The Constitution and America's Destiny
Constituting Policy Agency
By David Brian Robertson
Publisher: Cambridge University Press
Print Publication Year: 2005
Online Publication Date:November 2009
Chapter DOI: http://dx.doi.org/10.1017/CBO9780511610622.006
No issue tore at the Constitutional Convention more than the problem of choosing and controlling those who would govern. Virginia's plan directly challenged the equal state representation already established in the Confederation Congress. Madison and his allies insisted that the states' relative size, not their equal status as states, should determine their relative influence in national policy making. He also sought to eradicate as much state government influence over policy makers as possible. Madison's bold challenge to their existing political defenses galvanized the delegates from the vulnerable middle and northern states. Their delegates united to defend their states' influence in national policy decisions.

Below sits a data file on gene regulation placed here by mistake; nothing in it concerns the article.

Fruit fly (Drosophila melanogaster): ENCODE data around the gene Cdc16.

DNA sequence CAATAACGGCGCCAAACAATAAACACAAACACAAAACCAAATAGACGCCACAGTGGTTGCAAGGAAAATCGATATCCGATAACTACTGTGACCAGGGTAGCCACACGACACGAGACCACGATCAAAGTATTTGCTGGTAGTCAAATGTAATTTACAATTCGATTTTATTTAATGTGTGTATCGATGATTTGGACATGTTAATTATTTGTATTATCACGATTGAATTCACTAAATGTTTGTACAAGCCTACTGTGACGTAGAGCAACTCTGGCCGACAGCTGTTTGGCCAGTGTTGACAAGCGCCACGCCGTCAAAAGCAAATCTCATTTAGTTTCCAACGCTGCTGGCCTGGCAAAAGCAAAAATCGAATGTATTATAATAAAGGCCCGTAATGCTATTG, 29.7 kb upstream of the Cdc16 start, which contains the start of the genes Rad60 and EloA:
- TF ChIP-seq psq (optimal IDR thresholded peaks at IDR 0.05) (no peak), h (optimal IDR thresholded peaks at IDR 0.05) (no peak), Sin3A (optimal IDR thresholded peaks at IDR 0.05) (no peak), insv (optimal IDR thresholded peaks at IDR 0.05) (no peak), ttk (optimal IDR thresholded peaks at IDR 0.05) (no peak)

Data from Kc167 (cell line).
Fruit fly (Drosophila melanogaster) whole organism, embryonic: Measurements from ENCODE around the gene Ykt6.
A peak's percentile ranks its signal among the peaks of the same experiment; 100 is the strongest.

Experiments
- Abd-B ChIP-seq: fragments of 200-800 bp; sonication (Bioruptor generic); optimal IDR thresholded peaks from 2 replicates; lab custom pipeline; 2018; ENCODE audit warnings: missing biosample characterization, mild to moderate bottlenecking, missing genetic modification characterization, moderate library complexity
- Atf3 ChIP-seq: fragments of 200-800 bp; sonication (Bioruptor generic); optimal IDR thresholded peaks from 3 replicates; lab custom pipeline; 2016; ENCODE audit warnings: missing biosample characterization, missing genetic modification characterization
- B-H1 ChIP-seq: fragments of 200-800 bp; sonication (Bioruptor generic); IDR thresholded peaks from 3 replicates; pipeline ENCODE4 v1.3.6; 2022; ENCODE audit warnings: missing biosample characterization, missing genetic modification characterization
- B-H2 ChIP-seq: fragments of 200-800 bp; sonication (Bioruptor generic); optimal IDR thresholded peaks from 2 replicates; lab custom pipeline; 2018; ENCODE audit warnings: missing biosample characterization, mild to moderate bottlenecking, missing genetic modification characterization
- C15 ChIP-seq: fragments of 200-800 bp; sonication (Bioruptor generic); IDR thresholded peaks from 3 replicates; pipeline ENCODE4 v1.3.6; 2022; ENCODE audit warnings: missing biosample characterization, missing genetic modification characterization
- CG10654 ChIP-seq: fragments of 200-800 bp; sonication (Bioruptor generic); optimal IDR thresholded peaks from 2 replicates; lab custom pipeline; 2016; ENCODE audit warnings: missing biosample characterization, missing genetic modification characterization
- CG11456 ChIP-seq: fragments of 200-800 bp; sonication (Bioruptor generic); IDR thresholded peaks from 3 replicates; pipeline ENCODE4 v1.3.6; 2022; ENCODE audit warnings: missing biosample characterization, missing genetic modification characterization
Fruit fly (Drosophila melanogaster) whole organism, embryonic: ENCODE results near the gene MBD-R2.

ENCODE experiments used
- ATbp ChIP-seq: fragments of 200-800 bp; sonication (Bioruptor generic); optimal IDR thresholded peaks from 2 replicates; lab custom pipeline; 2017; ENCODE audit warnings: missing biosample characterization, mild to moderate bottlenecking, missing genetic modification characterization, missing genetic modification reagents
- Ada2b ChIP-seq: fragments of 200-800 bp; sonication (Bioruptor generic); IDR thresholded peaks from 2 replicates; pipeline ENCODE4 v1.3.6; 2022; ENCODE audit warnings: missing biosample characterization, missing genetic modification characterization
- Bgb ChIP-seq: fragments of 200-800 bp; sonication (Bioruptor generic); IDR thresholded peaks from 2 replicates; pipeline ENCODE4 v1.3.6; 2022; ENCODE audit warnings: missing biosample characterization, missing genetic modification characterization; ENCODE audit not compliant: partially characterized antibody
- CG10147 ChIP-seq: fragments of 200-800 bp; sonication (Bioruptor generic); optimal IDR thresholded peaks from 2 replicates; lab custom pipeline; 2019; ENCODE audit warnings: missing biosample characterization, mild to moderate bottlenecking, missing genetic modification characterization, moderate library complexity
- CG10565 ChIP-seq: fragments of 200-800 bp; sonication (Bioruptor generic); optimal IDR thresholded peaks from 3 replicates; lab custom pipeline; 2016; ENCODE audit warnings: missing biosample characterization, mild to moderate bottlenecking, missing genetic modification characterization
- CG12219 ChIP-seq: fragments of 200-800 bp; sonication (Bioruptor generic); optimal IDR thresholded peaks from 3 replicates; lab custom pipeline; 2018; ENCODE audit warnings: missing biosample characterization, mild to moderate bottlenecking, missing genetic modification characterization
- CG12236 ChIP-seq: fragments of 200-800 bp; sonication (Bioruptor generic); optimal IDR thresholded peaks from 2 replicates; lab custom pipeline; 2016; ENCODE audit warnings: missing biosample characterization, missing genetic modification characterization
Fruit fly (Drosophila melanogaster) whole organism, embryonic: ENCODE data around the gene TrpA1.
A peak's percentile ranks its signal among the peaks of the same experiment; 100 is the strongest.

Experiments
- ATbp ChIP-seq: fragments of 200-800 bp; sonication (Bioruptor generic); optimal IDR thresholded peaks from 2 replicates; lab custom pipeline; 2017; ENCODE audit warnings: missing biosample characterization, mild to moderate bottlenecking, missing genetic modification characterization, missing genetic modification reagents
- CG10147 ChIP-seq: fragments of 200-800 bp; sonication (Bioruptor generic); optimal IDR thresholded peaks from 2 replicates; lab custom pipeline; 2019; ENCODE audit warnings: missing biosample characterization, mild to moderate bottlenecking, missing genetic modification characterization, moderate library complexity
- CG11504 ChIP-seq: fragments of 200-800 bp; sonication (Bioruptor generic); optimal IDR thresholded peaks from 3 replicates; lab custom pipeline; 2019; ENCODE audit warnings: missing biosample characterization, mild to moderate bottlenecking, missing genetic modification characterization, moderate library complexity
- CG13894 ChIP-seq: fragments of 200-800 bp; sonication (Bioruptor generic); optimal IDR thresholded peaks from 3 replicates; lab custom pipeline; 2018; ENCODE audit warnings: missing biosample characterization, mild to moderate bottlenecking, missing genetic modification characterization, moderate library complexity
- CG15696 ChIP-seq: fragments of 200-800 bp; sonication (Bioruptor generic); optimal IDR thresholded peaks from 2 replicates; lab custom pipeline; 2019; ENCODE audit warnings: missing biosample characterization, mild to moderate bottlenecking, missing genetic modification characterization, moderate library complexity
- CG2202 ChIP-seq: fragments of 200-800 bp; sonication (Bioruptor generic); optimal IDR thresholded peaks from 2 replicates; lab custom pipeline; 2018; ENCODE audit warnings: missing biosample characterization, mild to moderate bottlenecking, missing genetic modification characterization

The issue of proportional representation in Congress dominated the convention's first month and a half. Sherman and his allies stopped the momentum of Madison's plan, cast his central premises in doubt, refocused the terms of the debate on material interests, and chipped away at his support. Once the delegates accepted the political compromise providing equal state representation in the Senate and proportional representation in the House of Representatives in mid-July, the struggle over policy agency shifted to other agency choices. Madison battled vigorously to give the president the independence to pursue future national interests, and fought to limit the powers of the Senate, now seen as the agent of state governments. Ultimately, the selection of the president was settled by another political compromise on presidential election and power.